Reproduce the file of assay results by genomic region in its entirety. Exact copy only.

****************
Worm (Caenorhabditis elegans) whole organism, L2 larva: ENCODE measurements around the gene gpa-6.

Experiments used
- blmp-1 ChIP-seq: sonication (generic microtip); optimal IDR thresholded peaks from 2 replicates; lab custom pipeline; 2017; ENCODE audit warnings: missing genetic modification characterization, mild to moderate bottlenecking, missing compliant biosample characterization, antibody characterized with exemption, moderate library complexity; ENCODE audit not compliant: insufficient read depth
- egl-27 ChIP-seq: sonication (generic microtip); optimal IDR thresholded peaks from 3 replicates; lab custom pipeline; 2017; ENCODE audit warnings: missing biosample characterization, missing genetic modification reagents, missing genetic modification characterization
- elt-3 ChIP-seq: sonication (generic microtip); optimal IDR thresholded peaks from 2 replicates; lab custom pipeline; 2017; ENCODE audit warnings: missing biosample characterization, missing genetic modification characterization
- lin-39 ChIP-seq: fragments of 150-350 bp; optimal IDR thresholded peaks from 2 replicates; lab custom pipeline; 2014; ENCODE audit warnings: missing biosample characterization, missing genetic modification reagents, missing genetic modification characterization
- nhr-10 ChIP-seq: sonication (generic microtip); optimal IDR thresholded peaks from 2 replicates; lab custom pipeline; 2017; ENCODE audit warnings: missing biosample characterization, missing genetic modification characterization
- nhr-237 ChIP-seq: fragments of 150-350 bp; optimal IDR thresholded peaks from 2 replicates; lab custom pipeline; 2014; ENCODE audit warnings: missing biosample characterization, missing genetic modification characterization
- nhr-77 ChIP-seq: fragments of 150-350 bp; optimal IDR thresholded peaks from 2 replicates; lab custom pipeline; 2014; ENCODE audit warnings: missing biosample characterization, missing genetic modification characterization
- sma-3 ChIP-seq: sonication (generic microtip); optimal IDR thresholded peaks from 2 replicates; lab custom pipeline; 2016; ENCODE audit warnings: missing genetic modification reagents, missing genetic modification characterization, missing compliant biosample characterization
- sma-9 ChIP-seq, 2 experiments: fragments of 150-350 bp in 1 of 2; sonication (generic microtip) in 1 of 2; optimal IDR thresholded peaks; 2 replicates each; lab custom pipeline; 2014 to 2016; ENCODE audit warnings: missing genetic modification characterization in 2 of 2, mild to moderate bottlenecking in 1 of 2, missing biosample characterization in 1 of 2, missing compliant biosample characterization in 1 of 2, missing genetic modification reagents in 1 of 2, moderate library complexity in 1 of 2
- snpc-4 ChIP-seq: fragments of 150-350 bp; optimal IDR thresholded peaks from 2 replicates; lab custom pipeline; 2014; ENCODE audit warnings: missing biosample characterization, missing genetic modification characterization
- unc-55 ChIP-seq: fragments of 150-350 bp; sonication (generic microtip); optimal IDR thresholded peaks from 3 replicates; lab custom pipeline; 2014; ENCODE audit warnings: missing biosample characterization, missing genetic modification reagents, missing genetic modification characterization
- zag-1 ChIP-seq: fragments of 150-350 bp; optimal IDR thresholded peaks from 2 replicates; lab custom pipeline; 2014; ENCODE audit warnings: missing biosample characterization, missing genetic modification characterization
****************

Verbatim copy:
Worm (Caenorhabditis elegans) whole organism, L2 larva: ENCODE measurements around the gene gpa-6.

Experiments used
- blmp-1 ChIP-seq: sonication (generic microtip); optimal IDR thresholded peaks from 2 replicates; lab custom pipeline; 2017; ENCODE audit warnings: missing genetic modification characterization, mild to moderate bottlenecking, missing compliant biosample characterization, antibody characterized with exemption, moderate library complexity; ENCODE audit not compliant: insufficient read depth
- egl-27 ChIP-seq: sonication (generic microtip); optimal IDR thresholded peaks from 3 replicates; lab custom pipeline; 2017; ENCODE audit warnings: missing biosample characterization, missing genetic modification reagents, missing genetic modification characterization
- elt-3 ChIP-seq: sonication (generic microtip); optimal IDR thresholded peaks from 2 replicates; lab custom pipeline; 2017; ENCODE audit warnings: missing biosample characterization, missing genetic modification characterization
- lin-39 ChIP-seq: fragments of 150-350 bp; optimal IDR thresholded peaks from 2 replicates; lab custom pipeline; 2014; ENCODE audit warnings: missing biosample characterization, missing genetic modification reagents, missing genetic modification characterization
- nhr-10 ChIP-seq: sonication (generic microtip); optimal IDR thresholded peaks from 2 replicates; lab custom pipeline; 2017; ENCODE audit warnings: missing biosample characterization, missing genetic modification characterization
- nhr-237 ChIP-seq: fragments of 150-350 bp; optimal IDR thresholded peaks from 2 replicates; lab custom pipeline; 2014; ENCODE audit warnings: missing biosample characterization, missing genetic modification characterization
- nhr-77 ChIP-seq: fragments of 150-350 bp; optimal IDR thresholded peaks from 2 replicates; lab custom pipeline; 2014; ENCODE audit warnings: missing biosample characterization, missing genetic modification characterization
- sma-3 ChIP-seq: sonication (generic microtip); optimal IDR thresholded peaks from 2 replicates; lab custom pipeline; 2016; ENCODE audit warnings: missing genetic modification reagents, missing genetic modification characterization, missing compliant biosample characterization
- sma-9 ChIP-seq, 2 experiments: fragments of 150-350 bp in 1 of 2; sonication (generic microtip) in 1 of 2; optimal IDR thresholded peaks; 2 replicates each; lab custom pipeline; 2014 to 2016; ENCODE audit warnings: missing genetic modification characterization in 2 of 2, mild to moderate bottlenecking in 1 of 2, missing biosample characterization in 1 of 2, missing compliant biosample characterization in 1 of 2, missing genetic modification reagents in 1 of 2, moderate library complexity in 1 of 2
- snpc-4 ChIP-seq: fragments of 150-350 bp; optimal IDR thresholded peaks from 2 replicates; lab custom pipeline; 2014; ENCODE audit warnings: missing biosample characterization, missing genetic modification characterization
- unc-55 ChIP-seq: fragments of 150-350 bp; sonication (generic microtip); optimal IDR thresholded peaks from 3 replicates; lab custom pipeline; 2014; ENCODE audit warnings: missing biosample characterization, missing genetic modification reagents, missing genetic modification characterization
- zag-1 ChIP-seq: fragments of 150-350 bp; optimal IDR thresholded peaks from 2 replicates; lab custom pipeline; 2014; ENCODE audit warnings: missing biosample characterization, missing genetic modification characterization